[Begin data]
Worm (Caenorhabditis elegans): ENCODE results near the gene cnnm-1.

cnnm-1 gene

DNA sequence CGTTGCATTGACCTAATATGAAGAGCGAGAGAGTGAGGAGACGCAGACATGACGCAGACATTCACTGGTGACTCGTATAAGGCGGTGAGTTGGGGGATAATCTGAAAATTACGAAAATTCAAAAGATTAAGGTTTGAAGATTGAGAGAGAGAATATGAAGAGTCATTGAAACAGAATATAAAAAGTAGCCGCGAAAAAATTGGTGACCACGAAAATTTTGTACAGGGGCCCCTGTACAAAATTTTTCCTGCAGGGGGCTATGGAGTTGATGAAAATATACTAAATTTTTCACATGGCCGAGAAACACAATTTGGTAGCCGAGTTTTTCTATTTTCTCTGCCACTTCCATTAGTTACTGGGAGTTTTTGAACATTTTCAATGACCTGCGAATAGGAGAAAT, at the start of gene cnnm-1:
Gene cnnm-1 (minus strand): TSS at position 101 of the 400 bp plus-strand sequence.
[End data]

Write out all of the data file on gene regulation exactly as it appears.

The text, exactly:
Worm (Caenorhabditis elegans): ENCODE results near the gene cnnm-1.

cnnm-1 gene

DNA sequence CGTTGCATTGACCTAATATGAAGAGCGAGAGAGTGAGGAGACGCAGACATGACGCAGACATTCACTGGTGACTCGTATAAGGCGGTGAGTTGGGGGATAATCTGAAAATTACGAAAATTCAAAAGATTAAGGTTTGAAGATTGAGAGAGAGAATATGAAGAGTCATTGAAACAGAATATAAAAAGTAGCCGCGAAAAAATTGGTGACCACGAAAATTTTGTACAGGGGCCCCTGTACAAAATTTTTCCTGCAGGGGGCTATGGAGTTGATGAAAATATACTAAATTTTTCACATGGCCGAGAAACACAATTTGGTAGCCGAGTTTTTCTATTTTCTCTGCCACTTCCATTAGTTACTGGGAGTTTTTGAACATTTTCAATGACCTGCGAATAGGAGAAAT, at the start of gene cnnm-1:
Gene cnnm-1 (minus strand): TSS at position 101 of the 400 bp plus-strand sequence.